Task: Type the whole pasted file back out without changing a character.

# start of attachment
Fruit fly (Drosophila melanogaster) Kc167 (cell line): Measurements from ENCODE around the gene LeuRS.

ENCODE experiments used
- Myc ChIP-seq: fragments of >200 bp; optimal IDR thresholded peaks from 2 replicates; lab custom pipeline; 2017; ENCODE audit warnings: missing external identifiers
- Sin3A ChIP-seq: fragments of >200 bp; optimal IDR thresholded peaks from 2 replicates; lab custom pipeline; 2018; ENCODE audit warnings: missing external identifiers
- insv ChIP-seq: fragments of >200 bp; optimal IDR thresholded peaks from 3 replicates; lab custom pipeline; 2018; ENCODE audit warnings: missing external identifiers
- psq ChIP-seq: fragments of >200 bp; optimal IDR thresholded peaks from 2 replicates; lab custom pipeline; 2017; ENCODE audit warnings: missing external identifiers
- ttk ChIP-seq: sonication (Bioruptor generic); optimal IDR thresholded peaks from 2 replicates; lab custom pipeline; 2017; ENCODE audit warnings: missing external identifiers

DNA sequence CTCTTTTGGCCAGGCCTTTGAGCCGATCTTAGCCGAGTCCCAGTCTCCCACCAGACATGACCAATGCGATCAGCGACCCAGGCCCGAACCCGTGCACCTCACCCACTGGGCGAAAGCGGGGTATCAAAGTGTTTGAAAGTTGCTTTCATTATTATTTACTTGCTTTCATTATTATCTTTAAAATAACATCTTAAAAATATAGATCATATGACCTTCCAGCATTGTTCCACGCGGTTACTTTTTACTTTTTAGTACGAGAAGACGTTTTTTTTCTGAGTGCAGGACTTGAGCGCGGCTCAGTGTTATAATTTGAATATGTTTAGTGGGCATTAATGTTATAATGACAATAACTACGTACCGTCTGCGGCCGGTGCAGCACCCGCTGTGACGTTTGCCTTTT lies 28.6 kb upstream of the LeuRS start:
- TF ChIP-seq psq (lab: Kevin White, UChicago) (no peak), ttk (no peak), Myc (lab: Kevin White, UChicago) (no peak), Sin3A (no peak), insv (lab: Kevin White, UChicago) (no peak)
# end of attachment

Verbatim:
Fruit fly (Drosophila melanogaster) Kc167 (cell line): Measurements from ENCODE around the gene LeuRS.

ENCODE experiments used
- Myc ChIP-seq: fragments of >200 bp; optimal IDR thresholded peaks from 2 replicates; lab custom pipeline; 2017; ENCODE audit warnings: missing external identifiers
- Sin3A ChIP-seq: fragments of >200 bp; optimal IDR thresholded peaks from 2 replicates; lab custom pipeline; 2018; ENCODE audit warnings: missing external identifiers
- insv ChIP-seq: fragments of >200 bp; optimal IDR thresholded peaks from 3 replicates; lab custom pipeline; 2018; ENCODE audit warnings: missing external identifiers
- psq ChIP-seq: fragments of >200 bp; optimal IDR thresholded peaks from 2 replicates; lab custom pipeline; 2017; ENCODE audit warnings: missing external identifiers
- ttk ChIP-seq: sonication (Bioruptor generic); optimal IDR thresholded peaks from 2 replicates; lab custom pipeline; 2017; ENCODE audit warnings: missing external identifiers

DNA sequence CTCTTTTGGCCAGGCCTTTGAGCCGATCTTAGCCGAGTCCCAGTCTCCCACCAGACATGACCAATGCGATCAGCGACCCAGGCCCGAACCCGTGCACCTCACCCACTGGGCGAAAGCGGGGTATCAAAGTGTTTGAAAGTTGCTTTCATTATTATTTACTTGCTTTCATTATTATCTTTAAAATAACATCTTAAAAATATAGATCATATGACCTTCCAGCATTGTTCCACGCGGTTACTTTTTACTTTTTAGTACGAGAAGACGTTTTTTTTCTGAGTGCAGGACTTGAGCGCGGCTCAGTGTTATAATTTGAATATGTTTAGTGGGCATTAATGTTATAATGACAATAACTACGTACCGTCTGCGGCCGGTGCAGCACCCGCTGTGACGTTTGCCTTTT lies 28.6 kb upstream of the LeuRS start:
- TF ChIP-seq psq (lab: Kevin White, UChicago) (no peak), ttk (no peak), Myc (lab: Kevin White, UChicago) (no peak), Sin3A (no peak), insv (lab: Kevin White, UChicago) (no peak)